In addition, we need to understand that those societal messages are inherently patriarchal, especially since they are intertwined with victim-blaming. Telling women that basically they need to be careful when EXISTING means that if they aren’t careful and something happens, they deserved it. This isn’t specific to North American communities either, by the way. In some Latin American communities, for example, women are judged as “bad” or slutty women simply for being alone in public. The implication is that women who go outside by themselves are asking to be raped and surely wouldn’t mind it. Obviously, patterns of thought such as these are tied up in all sorts of sexist shit.

    So I don’t buy the argument that women are discriminating against men in the slightest. I understand where it comes from, but I also think it’s a fat load of crap. In our gender-oppressive system, we order women to safeguard their “purity” and shame any women who fail to do so. How in the hell can we in good conscience punish women for understanding that? These are strategies that women adopt to survive. I’m not saying it’s a good thing that is a part of our perfectly healthy society, but as men we have no place to criticize women for trying to get by.

  38. 38
    F [i'm not here, i'm gone]

    What a damned fine post. I’m not completely ignorant about everything you addressed, but it is wonderful to see this actually stated and described. In particular, as to how this relates to the central point of the post. It is really a double-duty bit of writing, like a box of education with an added education “prize” inside. (Crommunist Crunch brain cereal?)

    Crossing the street and shuffling feet – I get it. I do it. I didn’t ever think about other people doing it before, so I feel a bit validated and less weird. I fully support this action and recommend it to other men.

    A side note regarding black people doing things to make white folks feel more comfortable: I met an absolutely gigantic black man at a short-term job I once had, who went out of his way to make me feel comfortable in a sea of white people I didn’t know. None of the white guys did. Not a single one. And he didn’t even resort to the standard sports-talk to connect with me.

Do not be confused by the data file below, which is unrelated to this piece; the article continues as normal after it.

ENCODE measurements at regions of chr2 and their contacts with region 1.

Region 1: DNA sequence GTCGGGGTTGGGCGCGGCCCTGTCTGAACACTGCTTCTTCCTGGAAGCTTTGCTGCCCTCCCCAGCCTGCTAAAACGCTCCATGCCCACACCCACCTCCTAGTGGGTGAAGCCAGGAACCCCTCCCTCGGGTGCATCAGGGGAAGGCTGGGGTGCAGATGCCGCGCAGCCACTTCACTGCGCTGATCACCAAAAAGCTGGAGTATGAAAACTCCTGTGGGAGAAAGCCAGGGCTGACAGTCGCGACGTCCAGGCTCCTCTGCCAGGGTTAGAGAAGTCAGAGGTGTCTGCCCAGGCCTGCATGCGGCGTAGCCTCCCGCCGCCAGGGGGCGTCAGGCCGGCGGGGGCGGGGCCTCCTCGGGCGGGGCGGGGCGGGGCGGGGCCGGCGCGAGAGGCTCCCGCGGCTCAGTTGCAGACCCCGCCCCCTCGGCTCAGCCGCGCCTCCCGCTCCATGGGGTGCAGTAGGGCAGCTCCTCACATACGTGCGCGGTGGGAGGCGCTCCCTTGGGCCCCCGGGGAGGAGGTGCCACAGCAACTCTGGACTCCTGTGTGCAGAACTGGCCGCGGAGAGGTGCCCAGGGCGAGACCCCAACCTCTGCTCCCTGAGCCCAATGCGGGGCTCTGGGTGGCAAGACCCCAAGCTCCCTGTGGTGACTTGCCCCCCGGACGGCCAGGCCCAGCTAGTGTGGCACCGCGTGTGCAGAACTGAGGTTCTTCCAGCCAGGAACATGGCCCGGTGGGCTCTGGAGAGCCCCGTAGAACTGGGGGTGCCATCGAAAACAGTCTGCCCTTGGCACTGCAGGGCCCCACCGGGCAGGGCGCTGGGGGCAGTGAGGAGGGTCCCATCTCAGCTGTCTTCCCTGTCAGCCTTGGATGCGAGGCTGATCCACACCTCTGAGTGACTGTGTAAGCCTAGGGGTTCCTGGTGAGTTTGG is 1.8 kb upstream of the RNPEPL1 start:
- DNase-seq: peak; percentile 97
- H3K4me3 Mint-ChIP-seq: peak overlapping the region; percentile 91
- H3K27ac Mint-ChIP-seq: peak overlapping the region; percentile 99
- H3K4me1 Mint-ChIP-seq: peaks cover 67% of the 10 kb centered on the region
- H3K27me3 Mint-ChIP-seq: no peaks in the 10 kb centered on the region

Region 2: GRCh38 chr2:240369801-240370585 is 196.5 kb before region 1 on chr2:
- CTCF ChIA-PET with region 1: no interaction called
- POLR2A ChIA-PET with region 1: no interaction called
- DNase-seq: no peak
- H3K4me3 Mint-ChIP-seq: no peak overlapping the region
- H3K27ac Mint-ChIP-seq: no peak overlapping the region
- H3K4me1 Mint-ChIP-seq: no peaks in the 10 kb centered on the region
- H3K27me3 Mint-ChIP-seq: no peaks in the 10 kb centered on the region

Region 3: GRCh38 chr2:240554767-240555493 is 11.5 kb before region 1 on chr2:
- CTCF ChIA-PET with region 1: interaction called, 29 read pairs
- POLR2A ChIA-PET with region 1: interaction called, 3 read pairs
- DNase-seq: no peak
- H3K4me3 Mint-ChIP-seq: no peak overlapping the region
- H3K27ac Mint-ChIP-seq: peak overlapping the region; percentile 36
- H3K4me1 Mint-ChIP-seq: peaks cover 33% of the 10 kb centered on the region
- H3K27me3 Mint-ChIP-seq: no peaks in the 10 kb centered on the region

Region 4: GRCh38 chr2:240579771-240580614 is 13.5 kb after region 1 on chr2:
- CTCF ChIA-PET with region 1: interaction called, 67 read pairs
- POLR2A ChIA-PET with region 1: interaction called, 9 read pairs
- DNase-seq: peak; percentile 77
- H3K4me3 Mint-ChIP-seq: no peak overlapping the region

39. 39
    Carlie

    Yet another post that succinctly describes a difficult concept so clearly no one can miss it (except maybe Mallorie). I’m developing a serious brain-crush on the Crommunist here. :)

  40. 40
    Giliell, professional cynic -Ilk-

    BTW, foot-shuffling is a sensible thing to do for anybody, because you simply might startle that other person although they might not fear anything once they see you.
    Because it’s a little thing you can do that costs you nothing but makes your fellow human beings’ life a bit better.

  41. 41
    Crommunist

    For the record, my brain isn’t seeing anybody exclusively at the moment (but isn’t looking for anything serious; just some casual intellectual intercourse).

    Also, to be fair to Mallorie I don’t think that she doesn’t understand my point; I think that she doesn’t agree with it.

  42. 42
    Mallorie Nasrallah

    Yeah, right, Mallorie. And until my years of therapy are complete, what, I shouldn’t go out in public? I should have to pretend that I’m not afraid? Other people should just not care?

    You should probably talk to a doctor about how you should conduct yourself until you are better prepared to deal with the world. I don’t have the answer, I am not your doctor, so I don’t know.
    If you nearly assaulted someone because they were jogging, its fair to ask if maybe your fear makes you dangerous, and yes, maybe you should be aware of that and conduct yourself accordingly.

    Why is my realistic and reasonable response to what has happened to me worth less than your preference that other people not think you’re afraid of them? I’m not imposing my “hangups” – Mallorie, did you seriously just refer to being a rape survivor as a “hangup”? – on other people. I’m telling them that right now, this is where I am, and if they want me around, they’re going to have to deal with that. I’m going to keep telling them that, because I want to be able to go out in public. I want to be part of the skeptical community. I have talents that could be of use. If they refuse to accommodate the basic facts of my existence? I have every right to consider them an asshole who lacks empathy, and I will damn well call them that. And I have every right to stay away from any movement made up of such assholes.

    I have yet to see any evidence that it is a reasonable or realistic response. If you are living with this heightened level of fear all the time it is probably neither. This is why obtaining medical help is a good idea, so you dont have to live this way.

    I am referring to damn near smashing a jogger’s face in because of trauma in your past as, and expecting no one to jog near you a hang-up.